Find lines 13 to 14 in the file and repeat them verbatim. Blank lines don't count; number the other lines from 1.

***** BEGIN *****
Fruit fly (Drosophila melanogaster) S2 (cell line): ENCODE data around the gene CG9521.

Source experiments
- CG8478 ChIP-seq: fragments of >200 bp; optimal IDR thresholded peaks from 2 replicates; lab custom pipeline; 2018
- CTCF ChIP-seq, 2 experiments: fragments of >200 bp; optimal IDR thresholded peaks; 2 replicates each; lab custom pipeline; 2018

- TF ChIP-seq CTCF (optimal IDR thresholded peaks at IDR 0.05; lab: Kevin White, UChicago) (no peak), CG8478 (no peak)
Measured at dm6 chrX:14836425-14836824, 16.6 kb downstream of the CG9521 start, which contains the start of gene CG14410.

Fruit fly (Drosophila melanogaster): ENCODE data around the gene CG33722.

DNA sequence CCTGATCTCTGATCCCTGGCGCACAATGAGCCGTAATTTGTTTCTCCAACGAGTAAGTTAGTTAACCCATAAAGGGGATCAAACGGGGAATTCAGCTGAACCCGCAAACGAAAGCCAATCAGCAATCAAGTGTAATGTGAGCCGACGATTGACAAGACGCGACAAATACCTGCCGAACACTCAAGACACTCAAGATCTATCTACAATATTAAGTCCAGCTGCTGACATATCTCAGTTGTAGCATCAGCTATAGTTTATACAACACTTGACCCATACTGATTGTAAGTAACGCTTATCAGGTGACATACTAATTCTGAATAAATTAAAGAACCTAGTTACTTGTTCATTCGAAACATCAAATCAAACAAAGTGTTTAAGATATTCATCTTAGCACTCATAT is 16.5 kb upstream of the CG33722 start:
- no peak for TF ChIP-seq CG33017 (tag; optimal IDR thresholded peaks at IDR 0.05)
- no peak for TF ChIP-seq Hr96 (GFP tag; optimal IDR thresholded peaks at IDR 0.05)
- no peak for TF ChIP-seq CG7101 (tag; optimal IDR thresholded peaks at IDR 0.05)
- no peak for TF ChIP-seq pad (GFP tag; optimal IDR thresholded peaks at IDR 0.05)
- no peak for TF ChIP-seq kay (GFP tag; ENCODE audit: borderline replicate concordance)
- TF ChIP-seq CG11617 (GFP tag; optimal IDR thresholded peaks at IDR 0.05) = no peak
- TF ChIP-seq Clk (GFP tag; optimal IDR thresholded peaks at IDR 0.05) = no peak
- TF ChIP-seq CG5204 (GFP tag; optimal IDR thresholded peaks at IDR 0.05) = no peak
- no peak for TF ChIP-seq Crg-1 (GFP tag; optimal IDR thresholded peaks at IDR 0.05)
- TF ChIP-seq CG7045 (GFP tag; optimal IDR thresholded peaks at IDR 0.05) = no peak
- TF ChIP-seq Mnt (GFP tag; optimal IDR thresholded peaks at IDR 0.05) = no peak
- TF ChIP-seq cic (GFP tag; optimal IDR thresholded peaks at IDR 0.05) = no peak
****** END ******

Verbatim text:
- no peak for TF ChIP-seq kay (GFP tag; ENCODE audit: borderline replicate concordance)
- TF ChIP-seq CG11617 (GFP tag; optimal IDR thresholded peaks at IDR 0.05) = no peak